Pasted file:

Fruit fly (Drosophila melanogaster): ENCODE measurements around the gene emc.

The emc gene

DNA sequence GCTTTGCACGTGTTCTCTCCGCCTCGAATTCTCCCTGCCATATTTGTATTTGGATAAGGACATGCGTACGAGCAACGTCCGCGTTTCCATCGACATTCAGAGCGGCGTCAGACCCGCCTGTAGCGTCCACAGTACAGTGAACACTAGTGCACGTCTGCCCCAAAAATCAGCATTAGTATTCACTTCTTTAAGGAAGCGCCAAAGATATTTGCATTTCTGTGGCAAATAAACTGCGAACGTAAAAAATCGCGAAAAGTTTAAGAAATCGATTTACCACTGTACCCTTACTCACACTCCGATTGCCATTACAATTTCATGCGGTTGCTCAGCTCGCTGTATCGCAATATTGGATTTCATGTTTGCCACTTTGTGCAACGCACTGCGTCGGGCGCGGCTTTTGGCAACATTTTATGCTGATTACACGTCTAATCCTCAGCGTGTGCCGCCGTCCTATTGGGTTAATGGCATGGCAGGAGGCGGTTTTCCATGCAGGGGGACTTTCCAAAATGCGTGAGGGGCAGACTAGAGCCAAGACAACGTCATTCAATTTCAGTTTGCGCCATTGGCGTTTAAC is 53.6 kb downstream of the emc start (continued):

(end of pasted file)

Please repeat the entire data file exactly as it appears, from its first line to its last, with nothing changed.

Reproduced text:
Fruit fly (Drosophila melanogaster): ENCODE measurements around the gene emc.

The emc gene

DNA sequence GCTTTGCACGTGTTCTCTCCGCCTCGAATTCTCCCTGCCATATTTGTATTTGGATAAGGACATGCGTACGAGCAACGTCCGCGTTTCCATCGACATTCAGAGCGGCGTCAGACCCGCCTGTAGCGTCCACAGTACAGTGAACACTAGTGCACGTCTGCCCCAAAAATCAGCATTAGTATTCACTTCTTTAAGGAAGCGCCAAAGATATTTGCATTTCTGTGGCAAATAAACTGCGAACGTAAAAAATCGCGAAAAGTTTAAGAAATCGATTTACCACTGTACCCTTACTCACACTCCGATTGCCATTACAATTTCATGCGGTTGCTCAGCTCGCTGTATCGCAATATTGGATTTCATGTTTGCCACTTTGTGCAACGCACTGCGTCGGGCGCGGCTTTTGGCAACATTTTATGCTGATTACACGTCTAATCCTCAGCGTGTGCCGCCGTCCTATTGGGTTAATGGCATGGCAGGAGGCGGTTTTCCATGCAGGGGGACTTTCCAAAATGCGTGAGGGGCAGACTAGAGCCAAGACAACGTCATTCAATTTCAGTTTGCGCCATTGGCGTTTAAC is 53.6 kb downstream of the emc start (continued):